[plt-scheme] List loop timing

From: Carl Eastlund (cce at ccs.neu.edu)
Date: Fri Feb 15 14:17:11 EST 2008

On Fri, Feb 15, 2008 at 2:15 PM, Carl Eastlund <cce at ccs.neu.edu> wrote:
> On Fri, Feb 15, 2008 at 2:05 PM, Prabhakar Ragde <plragde at uwaterloo.ca> wrote:
>  > Carl Eastlund wrote:
>  >  > My point is that removing append is what did something for
>  >  > its time, and tail recursion was serendipitous.  The saved time is all
>  >  > due to traversal of the list structure, and not due to the stack.
>  >
>  >  Most (not all) of the saved time is due to avoiding excessive list
>  >  traversal. But without working through the idea of using tail recursion,
>  >  one wouldn't have saved that time. If you insist on measuring the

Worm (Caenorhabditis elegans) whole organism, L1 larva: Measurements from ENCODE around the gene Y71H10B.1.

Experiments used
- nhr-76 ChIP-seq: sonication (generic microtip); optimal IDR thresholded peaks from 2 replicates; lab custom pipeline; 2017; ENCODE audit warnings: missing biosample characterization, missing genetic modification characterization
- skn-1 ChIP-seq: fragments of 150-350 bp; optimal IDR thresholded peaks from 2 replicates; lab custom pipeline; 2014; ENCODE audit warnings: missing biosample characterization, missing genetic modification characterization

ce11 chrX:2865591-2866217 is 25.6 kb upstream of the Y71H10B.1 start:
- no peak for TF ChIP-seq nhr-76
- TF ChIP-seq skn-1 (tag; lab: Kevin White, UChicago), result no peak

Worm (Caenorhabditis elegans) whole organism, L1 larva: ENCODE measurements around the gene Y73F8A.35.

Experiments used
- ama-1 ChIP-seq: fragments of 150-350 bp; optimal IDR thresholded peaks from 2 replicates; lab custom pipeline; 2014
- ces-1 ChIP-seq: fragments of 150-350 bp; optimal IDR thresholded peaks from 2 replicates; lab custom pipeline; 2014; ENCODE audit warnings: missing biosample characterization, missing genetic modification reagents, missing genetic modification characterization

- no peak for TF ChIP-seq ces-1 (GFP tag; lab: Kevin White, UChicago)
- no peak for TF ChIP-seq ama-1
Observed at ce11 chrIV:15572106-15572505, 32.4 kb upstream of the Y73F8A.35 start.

>  >  savings due to tail recursion as the difference between the
>  >  tail-recursive function and the tail-recursive function spiked by
>  >  putting a trivial operation after each tail call, then, yes, the
>  >  difference is likely negligible. --PR
>  I don't insist on measuring a contrived function.  But if you want to
>  measure the savings of X, you can't trust comparisons that vary in
>  both X and Y.  For reverse, it happens that the only way to vary in
>  tail recursion but not list traversal is to use a contrived function;
>  that's incidental.
>  Personally, I learned how to write linear-time reverse in a lesson on
>  accumulators, in which tail recursion wasn't once mentioned (mostly
>  because I was programming in C).  You're used to seeing it tied up
>  with tail recursion, but the tie is not inherent.

That last should be "perhaps you're used to" or "in functional
programming, one is used to", or something of the sort.  Obviously I
don't know for sure what anyone other than myself it used to, and
should not assert that I do.

Carl Eastlund

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